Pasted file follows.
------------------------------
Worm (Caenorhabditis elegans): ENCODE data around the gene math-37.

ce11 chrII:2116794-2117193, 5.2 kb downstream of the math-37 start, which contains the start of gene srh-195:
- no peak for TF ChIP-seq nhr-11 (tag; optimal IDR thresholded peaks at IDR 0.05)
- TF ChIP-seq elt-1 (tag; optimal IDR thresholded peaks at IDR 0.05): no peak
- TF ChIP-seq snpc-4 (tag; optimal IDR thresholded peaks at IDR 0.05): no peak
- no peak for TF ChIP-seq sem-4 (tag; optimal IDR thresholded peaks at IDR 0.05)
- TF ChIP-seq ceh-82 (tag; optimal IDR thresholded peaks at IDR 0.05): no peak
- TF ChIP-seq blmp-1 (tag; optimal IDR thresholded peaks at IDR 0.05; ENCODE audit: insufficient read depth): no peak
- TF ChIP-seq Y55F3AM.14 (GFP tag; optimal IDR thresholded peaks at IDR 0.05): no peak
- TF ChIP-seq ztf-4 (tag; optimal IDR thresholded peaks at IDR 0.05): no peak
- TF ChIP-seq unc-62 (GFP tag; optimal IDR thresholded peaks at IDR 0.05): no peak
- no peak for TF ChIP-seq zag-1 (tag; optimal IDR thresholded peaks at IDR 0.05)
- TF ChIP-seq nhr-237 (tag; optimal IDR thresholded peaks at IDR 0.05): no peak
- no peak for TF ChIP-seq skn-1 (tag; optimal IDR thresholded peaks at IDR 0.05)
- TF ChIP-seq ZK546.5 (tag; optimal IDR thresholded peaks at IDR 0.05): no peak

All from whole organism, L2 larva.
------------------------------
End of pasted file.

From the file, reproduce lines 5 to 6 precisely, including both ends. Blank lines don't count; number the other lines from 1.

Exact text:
- TF ChIP-seq snpc-4 (tag; optimal IDR thresholded peaks at IDR 0.05): no peak
- no peak for TF ChIP-seq sem-4 (tag; optimal IDR thresholded peaks at IDR 0.05)